FJHRA/HSCC “Silverline” Championship Rounds 4 & 5 – Front Grid
CADWELL PARK; 5th – 6th JUNE 2021
FRONT ENGINED GRID
A really impressive entry – all the usual quick runners Drake, de la Roche, Roach, Morton, Mallock, Woodhouse, Longdon and so the list of talent goes on. We even had two delectable Class A cars in the form of a Bandini and Volpini, and even more unique was Alan Croft in his Graham GR2 – the history of which was a mystery to me – but I hear Duncan will enlighten us in the next magazine. Also making a really welcome return after his sad sabbatical was Keith Roach in his Condor.
Cadwell was looking at its very best – everyone looked forward to taking on its demanding contours and the quality of runners throughout the field promised some exciting racing in the manner seen at Donington.
The writer had expected at least half a dozen cars to post times within a tenth or so – while this may not have happened, Chris Drake in his unique Downdraught carburetted Terrier and Pete de la Roche in Pat Barford’s Lola Mk II set about the lap record with a vengeance – Drake took pole by the narrowest margin (0.040 sec) from de la Roche. Roach was perhaps surprisingly a couple of seconds down on the two leaders while Mallock and Morton were separated by a tenth. Further down the order the times promised some close battles in the races. Sadly, the Graham didn’t last long on its debut, with some engine teething problems.
Drake’s Terrier made a perfect start and led away up the hill followed by the Mallock U2, the Morton Condor with 5 makes of cars in the first 5. A great advert for Formula Junior. Further back Keith Roach was going really well and all present were truly delighted to see Richard Bishop-Miller going reliably and well in the Triumph Herald engined Autosport.
Pete de la Roche had made a leisurely start dropping (very briefly) to 4th. He then sliced effortlessly through to take the lead on lap 3. Thereafter, he pulled away comfortably to a 28 second gap by the end. Stuart Roach was a consistent third, but never able to catch the lead two, with the only real battle at the front being between Ray Mallock and Alex Morton.
There was also a great scrap further back between Bernard Brock’s Elva 100 CG and “Fish and Chip” procurement chief Tony Pearson in his Bandini.
Unfortunately, non-finishers included Duncan whose Carrot tyre valve sheared, Iain Rowley in Ian Robinson’s Lola which broke a driveshaft UJ on lap 1. Stuart Roach after going well had the differential break two laps from the end. Finally on the last lap, Graham Barron’s superb Gemini suffered – er – fuel starvation on the last lap.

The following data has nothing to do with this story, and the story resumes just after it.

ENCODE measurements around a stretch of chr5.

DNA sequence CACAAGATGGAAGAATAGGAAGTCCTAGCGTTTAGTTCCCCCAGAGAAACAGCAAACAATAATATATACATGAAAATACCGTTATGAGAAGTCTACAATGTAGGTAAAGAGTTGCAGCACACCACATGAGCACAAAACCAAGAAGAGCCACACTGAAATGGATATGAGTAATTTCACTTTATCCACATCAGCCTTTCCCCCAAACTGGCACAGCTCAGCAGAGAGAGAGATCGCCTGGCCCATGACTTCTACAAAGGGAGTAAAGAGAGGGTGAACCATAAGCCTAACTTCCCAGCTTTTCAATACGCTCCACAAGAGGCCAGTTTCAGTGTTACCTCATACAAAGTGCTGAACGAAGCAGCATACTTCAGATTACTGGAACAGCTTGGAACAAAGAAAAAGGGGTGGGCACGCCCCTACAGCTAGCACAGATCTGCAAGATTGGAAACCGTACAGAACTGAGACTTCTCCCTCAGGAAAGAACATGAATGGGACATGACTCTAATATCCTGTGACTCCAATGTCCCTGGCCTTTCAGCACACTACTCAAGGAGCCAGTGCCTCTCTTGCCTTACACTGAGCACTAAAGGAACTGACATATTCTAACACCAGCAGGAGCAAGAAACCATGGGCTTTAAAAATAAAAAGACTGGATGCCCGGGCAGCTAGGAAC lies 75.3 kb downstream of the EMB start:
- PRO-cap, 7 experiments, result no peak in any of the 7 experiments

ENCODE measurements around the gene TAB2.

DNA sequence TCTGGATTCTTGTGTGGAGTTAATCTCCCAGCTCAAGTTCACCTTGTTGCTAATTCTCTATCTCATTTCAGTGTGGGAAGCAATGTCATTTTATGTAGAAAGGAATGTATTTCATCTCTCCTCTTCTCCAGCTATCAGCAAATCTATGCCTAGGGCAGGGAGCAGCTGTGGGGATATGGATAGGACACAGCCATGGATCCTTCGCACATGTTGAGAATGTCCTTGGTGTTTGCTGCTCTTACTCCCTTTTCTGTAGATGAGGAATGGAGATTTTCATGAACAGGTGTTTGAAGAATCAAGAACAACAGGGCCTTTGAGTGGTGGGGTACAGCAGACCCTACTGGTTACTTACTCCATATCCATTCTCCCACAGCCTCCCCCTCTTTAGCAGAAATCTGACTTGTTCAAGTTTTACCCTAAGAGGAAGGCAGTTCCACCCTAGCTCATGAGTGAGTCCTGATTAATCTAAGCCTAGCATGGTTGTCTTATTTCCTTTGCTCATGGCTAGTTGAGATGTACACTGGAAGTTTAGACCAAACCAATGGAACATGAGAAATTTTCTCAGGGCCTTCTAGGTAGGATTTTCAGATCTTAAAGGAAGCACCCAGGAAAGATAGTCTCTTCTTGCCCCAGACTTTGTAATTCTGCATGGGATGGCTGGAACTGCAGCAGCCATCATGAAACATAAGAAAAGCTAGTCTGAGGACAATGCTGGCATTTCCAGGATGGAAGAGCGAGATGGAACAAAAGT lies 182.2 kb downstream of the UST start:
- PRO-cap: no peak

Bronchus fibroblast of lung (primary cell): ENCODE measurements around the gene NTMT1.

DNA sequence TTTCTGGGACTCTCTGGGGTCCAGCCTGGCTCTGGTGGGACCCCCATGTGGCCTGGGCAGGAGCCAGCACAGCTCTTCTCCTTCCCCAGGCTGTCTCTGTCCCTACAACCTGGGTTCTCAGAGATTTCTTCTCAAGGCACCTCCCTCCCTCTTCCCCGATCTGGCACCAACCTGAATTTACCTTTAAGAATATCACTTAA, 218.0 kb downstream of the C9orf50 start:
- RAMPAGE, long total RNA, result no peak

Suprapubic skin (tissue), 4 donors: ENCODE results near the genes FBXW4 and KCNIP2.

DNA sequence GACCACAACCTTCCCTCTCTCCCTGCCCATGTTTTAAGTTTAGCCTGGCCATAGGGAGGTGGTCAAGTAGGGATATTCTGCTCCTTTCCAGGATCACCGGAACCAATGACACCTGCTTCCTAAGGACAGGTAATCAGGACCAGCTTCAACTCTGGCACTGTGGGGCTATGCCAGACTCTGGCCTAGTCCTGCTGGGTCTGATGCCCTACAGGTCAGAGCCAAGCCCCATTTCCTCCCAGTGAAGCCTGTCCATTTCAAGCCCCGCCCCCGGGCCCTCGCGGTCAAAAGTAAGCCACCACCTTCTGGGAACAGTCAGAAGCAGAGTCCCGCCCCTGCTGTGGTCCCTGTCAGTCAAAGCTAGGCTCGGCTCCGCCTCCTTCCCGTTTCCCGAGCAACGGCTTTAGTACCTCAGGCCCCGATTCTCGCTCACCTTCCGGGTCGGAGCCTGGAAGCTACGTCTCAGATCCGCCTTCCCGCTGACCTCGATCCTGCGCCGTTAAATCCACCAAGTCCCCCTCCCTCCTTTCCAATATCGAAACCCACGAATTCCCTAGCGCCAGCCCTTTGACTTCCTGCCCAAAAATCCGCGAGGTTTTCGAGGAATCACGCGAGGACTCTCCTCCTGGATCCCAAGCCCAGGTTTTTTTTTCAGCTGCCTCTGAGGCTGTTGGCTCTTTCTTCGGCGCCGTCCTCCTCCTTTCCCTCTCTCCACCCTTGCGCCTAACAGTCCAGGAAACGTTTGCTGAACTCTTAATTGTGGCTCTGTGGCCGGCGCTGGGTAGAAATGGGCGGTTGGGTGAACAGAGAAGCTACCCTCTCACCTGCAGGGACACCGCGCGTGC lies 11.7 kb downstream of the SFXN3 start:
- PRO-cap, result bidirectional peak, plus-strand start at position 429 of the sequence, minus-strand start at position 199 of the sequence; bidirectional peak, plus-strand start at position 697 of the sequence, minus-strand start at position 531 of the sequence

Three of the race 1 retirements had resuscitated their mounts by Sunday. Iain Rowley had repaired the Lola driveshaft, Duncan’s puncture had been healed by the Avon Tyre Crew present at the meeting, and Barron’s issue was – er – a simple fix. Sadly, Stuart Roach’s spare diff was alive and well, but at home 200 miles away.
Pete de la Roche drove superbly gaining almost a minute over Ray Mallock by the flag, meanwhile pulling steadily away from Chris Drake whose Terrier rear universal joint soon failed – no doubt surrendering to the unusually high demands of the Cadwell topography. Chris entertained us with his graphic description of his surprise/fright/terror when the UJ breakage allowed the Terrier’s right rear wheel to assume its own destiny being only vaguely attached to the rest of the car – inevitably at the fastest point of the circuit.
Peter in the process set a new lap record, as he had in race 1, leaving it 3.493” faster than the previous record held by Stuart Roach. Ray Mallock in turn was 7.5 seconds clear of Alex Morton and so on it went – what might have been a less enthralling race at the front, was certainly enlivened by spirited dices further down the order. Graham Barron and Justin Fleming had a great battle throughout – Barron just got the position at the line – by 0.2 seconds, with Keith Roach and John Arnold, in his beautiful Indy livery Elva 100, keeping lying in wait having their own dual just behind.
Bernard Brock in his Elva 100, Tony Pearson in his Bandini and Roger Woodbridge in his Volpini resumed their earlier dice – however they became separated so at the finish, Tony Pearson had pulled out a handy 20 second gap over his playmate.
And so ended a race with glorious cars, in glorious weather on a glorious circuit.
If anyone ever harboured the slightest doubt that Formula Junior was in superb health, expertly guided and administered by Sarah and Duncan – then listen to this.
At the prizegiving (informal as ever) I remarked to Second placed Ray Mallock that I was a tad disappointed not to have seen a stunningly close race such as we had recently at Donington. He replied that he too was disappointed – this from the man whose CV includes – class wins at Le Mans 24 Hours, Formula Atlantic Champion, Formula 2, Front runner in British F1 and owner/developer of the successful Ray Mallock Racing, developing Works Cars for worldwide Touring and GT races – what an endorsement – yes Sarah, Duncan, even with a pandemic to contend with you really have got it right.